Have you ever thought about what happens when you press play on an Android device? There is a lot of hidden complexity to playing video on your mobile phone that you may not be aware of. In this post I’ll give you a quick tour through the architecture of our JW Player SDK for Android 2.0. I’ll start with our top-most layer, the HTML5 Player (jwplayer.js) and will then move down the stack all the way down to Android’s Media APIs.
The default JW Player 7 Skin
As we explained in our previous blog post, version 2.0 of our SDK is based on a hybrid software design. Our SDK consists of several layers, where the top layer is a WebView containing our flagship JW Player 7 HTML5 player (jwplayer.js). In our SDK’s technology stack the HTML5 player is responsible for rendering the user interface, scheduling VAST advertisements, and rendering external text captions; our hybrid approach gives us the advantage to reuse these features without having to implement them in Java code. For customers, a huge benefit is that they can use their existing JW7 skins in their mobile apps.
Now, let’s get back to the subject – when you hit play, you are actually clicking on a button which will tell the HTML5 player to call the play() method on the active provider in the HTML5 player. A provider within our architecture is a strategy for implementing media playback: it abstracts away the implementation details for a given type of media which allows the HTML5 player to treat each one the same.
JW Player Android SDK for Android 2.0 Technology stack.
JW Player for Android SDK Native Layer
The ProviderRouter routes calls to provider functions between our native providers. Similar to jwplayer.js, our native SDK also has support for multiple providers. We currently have a provider for playback on the device (ExoPlayerProvider) and a provider for playback on external devices such as Chromecast (CastProvider).
When starting playback, the ProviderRouter routes a call to play() to our ExoPlayerProvider. The ExoPlayerProvider is our abstraction layer on top of ExoPlayer. Within our SDK we use ExoPlayer to perform the actual playback of media files.
ExoPlayer supports Dynamic Adaptive Streaming over HTTP (DASH) which is not supported by Android’s built-in MediaPlayer.
ExoPlayer has support for advanced HLS features, such as correct handling of stream discontinuities and 608 captions.
ExoPlayer gives us the ability to update the player along with our SDK, since ExoPlayer is a library that is included in our SDK, whereas Android’s Default MediaPlayer is only updated with every new Android release.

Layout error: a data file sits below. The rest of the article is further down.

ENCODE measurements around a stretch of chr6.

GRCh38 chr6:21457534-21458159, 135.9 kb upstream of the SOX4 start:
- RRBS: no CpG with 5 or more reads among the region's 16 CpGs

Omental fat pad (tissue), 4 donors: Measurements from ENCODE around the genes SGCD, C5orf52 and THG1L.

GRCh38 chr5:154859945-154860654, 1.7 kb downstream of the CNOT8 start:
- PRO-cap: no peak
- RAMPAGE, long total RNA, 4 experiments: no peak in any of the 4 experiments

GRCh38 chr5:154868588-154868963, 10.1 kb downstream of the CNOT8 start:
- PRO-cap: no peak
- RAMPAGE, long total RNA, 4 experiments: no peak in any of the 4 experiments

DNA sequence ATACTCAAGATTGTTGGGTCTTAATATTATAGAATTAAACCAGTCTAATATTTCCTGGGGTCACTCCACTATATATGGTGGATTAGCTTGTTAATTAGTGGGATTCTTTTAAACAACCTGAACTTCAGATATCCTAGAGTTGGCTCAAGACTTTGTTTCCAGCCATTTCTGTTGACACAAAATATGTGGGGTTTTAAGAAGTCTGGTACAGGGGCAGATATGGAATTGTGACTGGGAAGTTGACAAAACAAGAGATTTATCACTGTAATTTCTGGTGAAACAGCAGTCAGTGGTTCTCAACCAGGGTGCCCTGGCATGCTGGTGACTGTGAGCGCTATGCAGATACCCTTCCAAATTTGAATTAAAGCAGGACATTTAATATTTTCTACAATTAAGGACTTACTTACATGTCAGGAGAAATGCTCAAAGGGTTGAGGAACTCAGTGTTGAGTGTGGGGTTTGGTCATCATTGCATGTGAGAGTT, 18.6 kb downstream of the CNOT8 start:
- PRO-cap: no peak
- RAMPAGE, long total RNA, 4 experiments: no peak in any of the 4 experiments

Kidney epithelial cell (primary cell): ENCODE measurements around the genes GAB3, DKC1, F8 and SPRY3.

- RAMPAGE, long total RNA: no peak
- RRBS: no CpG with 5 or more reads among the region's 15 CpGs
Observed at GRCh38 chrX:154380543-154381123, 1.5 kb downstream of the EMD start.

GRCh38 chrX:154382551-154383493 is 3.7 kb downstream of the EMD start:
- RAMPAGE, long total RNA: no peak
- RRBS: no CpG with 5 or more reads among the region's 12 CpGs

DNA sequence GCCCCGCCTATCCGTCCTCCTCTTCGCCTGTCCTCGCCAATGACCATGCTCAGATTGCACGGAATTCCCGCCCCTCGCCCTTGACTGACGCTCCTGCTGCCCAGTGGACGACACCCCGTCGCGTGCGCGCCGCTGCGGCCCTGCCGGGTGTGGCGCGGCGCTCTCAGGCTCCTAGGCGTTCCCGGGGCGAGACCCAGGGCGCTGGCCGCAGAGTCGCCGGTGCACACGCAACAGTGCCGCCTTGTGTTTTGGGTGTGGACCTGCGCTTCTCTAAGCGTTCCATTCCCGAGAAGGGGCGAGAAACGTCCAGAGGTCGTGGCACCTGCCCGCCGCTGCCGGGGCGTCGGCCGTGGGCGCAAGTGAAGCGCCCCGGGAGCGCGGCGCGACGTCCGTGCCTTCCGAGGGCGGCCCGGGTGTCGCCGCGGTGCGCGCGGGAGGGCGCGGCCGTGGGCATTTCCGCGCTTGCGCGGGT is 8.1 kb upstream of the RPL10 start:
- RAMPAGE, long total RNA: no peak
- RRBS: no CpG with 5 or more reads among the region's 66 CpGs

ExoPlayer has fewer device-specific issues than the Android MediaPlayer.
Object model for MP4 playback using ExoPlayer
ExoPlayer – TrackRenderers
To play a specific type of media, such as video, audio, or text, ExoPlayer makes use of TrackRenderers. ExoPlayer provides a default TrackRenderer for video, audio, and text playback (e.g. closed captions). ExoPlayer’s default TrackRenderers for video and audio playback make use of Android’s MediaCodec class to decode individual media samples. These TrackRenderers can handle all audio and video formats supported by a given Android device.
ExoPlayer – SampleSources
In order to instantiate a TrackRenderer, you need to pass in a SampleSource to their constructor.
A SampleSource produces a source of media samples from a given datasource using Extractors, Extractors facilitate extraction of data from a container format. ExoPlayer ships with Extractor implementations for a wide array of media container formats such as MP3, MP4, WebM, etc.
Android Media Framework – MediaCodec
In order to decode the media samples provided by the SampleSources, ExoPlayer’s default TrackRenderers make use of Android’s MediaCodec class. The MediaCodec class is part of Android’s low-level multimedia support infrastructure, which has been added to Android in version 4.1 (API 16). This is also the reason that version 2.0 of our SDK requires at least Android 4.1.
A codec processes encoded media input data to generate output data that can be rendered by your device’s audio and video components.
The basic usage flow of a codec is as follows (when using synchronous processing):
Create and configure a codec.
While there is input:
Request an input buffer.
When the input buffer is ready, fill it with data.
Queue the input buffer on the codec.
Wait until the codec has processed the input buffer, when the input buffer has been processed, let the codec output to the Surface. When this is done, release the buffer back to the codec.
When there is no more input, stop the codec and release it.
Starting with Android Lollipop, the MediaCodec class also supports asynchronous processing using buffers.
In ExoPlayer, these media codecs output their data to a Surface. A Surface is a raw buffer that holds pixels that are being composited to the screen.
The Surface that the Android media codecs output to is displayed on the screen using Android’s SurfaceView class. A SurfaceView provides a dedicated drawing surface embedded inside a view hierarchy. The SurfaceView on which ExoPlayer displays its output is placed below our WebView that contains jwplayer.js in JWPlayerView’s view hierarchy.
Flow chart of “what happens when you press play”.
I hope this post gave you some insight into our SDK’s architecture, and what our SDK actually does when you hit the play button. We think that the architecture of our new JW Player for Android SDK 2.0 is a big leap forward; the transition to ExoPlayer gave us great flexibility in supporting a wide array of media formats, whereas it also greatly reduced device-specific issues. The hybrid software model also made it easier for us to keep feature parity with the HTML5 player. Stay tuned for more updates from the JW Mobile Team.